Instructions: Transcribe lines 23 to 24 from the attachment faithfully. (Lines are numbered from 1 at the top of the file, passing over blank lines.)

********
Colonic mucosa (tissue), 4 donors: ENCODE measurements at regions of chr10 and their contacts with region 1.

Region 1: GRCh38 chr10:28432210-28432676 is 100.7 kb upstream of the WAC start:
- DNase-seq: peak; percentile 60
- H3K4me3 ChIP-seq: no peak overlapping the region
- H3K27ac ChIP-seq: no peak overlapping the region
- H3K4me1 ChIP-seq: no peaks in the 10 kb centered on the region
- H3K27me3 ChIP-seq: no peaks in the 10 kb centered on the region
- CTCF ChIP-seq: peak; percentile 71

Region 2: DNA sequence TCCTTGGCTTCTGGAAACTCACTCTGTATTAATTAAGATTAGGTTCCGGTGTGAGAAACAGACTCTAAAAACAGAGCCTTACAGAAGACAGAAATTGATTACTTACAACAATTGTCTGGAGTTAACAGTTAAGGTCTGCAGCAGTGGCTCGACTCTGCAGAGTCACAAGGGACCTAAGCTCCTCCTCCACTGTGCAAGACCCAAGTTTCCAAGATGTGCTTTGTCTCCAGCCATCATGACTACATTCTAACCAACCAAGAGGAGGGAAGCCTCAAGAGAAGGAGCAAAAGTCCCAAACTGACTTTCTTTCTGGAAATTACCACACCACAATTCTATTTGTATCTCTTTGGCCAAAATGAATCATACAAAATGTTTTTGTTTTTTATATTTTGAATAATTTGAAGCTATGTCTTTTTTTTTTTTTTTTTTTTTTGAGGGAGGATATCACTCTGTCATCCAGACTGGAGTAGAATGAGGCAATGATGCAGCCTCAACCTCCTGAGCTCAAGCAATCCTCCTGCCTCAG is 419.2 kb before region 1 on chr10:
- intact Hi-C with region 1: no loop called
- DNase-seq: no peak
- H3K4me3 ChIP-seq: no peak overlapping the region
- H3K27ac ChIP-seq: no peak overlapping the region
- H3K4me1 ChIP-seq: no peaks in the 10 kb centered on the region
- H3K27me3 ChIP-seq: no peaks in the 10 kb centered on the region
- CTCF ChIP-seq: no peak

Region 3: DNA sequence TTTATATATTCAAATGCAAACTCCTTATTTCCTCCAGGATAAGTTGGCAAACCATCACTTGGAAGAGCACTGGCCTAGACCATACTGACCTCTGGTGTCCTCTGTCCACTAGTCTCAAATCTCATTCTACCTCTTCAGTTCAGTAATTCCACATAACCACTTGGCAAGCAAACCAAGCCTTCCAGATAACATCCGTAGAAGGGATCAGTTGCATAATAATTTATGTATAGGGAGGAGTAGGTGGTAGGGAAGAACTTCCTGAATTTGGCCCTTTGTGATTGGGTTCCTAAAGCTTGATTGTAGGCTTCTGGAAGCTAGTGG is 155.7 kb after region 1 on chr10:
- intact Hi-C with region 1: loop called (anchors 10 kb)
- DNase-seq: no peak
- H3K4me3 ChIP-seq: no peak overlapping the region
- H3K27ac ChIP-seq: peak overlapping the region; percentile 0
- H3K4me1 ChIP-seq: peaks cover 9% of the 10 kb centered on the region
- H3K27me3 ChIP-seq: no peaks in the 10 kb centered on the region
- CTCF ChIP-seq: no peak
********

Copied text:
- H3K27me3 ChIP-seq: no peaks in the 10 kb centered on the region
- CTCF ChIP-seq: no peak